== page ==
With information from ALUS Canada
The ALUS Wetaskiwin-Leduc team showcased its first set of ALUS projects during a public tour on Sept. 19. The tour took place on Pearl Gregor’s farm in Leduc County. Pearl implemented her ALUS projects in 2016, during the first year of the ALUS Wetaskiwin-Leduc program.
Pearl and her husband purchased their farm in 1973, and then began a pastured beef cow/calf operation. After her husband passed away, Pearl has maintained the farm with help from family and neighbours. The farm’s 211 acres provide the capacity for 70 head of cattle, but Pearl has downsized to 20 head in recent years in response to recurring drought.
Pearl has enrolled a modest amount of acres in ALUS, but these acres pack a punch. Pearl’s ALUS projects are new fencing to exclude cattle from two wetlands, an indirect watering system for cattle and a plantation of willow cuttings along the eastern wetland.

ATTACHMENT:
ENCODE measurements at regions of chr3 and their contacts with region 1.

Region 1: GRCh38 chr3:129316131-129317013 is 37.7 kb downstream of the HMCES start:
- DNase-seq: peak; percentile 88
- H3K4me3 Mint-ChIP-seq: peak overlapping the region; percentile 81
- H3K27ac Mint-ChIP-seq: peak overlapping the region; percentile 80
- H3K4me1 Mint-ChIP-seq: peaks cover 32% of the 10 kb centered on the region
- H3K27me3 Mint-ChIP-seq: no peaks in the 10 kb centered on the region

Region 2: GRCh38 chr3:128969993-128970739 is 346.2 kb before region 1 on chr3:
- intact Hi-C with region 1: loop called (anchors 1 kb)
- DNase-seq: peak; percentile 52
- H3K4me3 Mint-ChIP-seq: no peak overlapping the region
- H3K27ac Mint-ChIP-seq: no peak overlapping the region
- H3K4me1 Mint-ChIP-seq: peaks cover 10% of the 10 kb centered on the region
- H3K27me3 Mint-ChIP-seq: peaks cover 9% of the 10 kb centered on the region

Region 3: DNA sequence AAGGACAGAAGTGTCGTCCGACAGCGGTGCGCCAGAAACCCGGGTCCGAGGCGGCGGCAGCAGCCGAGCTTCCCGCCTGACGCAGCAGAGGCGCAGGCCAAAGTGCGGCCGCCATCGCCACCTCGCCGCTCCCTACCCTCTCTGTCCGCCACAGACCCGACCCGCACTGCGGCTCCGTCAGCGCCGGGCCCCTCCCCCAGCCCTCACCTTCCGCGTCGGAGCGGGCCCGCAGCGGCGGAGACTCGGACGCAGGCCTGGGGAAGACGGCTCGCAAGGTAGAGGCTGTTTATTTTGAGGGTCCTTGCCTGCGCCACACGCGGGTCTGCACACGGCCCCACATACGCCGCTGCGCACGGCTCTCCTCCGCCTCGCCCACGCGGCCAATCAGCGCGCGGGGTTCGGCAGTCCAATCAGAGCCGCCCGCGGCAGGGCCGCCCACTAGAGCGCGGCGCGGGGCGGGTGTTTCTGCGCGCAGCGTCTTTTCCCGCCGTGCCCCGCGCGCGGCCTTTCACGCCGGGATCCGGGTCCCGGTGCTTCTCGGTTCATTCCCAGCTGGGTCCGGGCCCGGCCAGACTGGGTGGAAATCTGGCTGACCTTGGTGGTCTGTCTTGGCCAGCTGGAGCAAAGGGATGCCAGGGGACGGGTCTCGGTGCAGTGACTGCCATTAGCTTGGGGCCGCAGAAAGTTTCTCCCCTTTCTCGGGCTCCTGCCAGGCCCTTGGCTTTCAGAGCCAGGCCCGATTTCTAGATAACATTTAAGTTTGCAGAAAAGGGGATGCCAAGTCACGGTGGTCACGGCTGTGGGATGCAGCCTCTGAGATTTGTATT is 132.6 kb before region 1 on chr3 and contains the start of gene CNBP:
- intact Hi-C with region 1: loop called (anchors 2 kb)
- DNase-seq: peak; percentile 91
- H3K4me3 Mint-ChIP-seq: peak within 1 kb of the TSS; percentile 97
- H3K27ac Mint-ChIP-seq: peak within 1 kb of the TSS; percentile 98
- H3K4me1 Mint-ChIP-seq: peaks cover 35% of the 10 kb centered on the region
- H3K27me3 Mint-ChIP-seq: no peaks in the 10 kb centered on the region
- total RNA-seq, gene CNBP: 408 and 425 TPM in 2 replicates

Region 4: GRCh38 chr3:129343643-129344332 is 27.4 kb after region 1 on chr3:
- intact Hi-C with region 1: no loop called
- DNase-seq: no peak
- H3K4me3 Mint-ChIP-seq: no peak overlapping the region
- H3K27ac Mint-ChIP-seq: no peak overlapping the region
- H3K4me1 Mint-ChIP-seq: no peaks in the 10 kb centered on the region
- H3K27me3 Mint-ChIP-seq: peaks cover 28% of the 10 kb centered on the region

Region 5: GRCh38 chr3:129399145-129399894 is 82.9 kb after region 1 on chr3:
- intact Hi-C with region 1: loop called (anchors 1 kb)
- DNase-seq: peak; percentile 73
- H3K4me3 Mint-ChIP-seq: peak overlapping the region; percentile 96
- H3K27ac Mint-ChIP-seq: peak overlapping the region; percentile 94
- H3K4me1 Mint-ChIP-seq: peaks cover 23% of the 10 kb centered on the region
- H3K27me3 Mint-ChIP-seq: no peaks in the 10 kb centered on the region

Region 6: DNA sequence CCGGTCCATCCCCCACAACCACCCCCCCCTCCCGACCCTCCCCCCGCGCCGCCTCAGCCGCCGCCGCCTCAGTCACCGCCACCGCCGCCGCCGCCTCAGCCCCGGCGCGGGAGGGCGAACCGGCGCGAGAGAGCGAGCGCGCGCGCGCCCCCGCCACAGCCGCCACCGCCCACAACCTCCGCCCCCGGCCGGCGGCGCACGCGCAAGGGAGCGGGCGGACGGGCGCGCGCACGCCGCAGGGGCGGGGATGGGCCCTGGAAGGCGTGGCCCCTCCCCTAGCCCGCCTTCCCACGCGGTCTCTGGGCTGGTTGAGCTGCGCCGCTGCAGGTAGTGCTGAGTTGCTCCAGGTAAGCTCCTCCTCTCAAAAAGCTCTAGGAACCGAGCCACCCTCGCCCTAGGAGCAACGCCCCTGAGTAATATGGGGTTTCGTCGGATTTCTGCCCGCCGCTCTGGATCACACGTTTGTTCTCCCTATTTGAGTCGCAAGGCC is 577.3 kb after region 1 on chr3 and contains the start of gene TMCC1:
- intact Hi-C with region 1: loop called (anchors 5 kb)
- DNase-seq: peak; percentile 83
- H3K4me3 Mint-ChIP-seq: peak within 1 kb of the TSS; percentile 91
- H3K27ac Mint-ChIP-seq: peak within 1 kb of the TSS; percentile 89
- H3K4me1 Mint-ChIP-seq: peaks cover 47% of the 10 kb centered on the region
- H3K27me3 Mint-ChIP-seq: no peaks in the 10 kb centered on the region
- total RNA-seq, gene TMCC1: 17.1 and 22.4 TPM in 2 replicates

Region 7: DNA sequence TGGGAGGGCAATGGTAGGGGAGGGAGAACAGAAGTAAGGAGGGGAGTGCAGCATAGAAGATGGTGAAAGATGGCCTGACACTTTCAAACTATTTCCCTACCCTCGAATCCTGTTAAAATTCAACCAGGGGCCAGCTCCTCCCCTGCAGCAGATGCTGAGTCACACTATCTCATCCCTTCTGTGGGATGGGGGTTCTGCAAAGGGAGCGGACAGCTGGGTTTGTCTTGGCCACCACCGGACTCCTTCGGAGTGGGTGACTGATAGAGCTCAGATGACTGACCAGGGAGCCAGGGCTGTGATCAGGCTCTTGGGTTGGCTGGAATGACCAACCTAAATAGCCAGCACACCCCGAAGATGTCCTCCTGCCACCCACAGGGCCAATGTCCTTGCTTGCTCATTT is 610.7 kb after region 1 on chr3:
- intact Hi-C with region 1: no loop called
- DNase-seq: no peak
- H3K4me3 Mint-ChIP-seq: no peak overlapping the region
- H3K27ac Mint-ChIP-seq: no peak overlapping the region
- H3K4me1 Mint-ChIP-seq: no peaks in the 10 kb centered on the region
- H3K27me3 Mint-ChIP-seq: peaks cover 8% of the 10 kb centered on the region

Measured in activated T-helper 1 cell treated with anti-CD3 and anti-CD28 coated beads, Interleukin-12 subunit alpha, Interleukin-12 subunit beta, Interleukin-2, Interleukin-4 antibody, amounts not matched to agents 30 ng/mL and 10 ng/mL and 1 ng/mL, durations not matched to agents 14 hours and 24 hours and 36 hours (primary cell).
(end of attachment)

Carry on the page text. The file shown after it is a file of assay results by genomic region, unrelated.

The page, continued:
These ALUS projects are producing ecosystem services with important benefits for the community. Excluding cattle from the wetlands produces cleaner water and allows native vegetation to return, enhancing biodiversity. This increased biodiversity is already becoming apparent, particularly in the eastern wetland where ducks are nesting and a pair of beavers have taken up residence.
The ALUS Wetaskiwin-Leduc program is a partnership between Leduc County, the County of Wetaskiwin and ALUS Canada, A Weston Family Initiative—a national charitable organization dedicated to supporting farmers and ranchers who produce cleaner air, cleaner water, more biodiversity and other ecosystem services in their communities.
Duck nest - increased biodiversity!
Planted willow cutting
ALUS Producer - Pearl Gregor
Alternate watering system
Wetland - livestock now excluded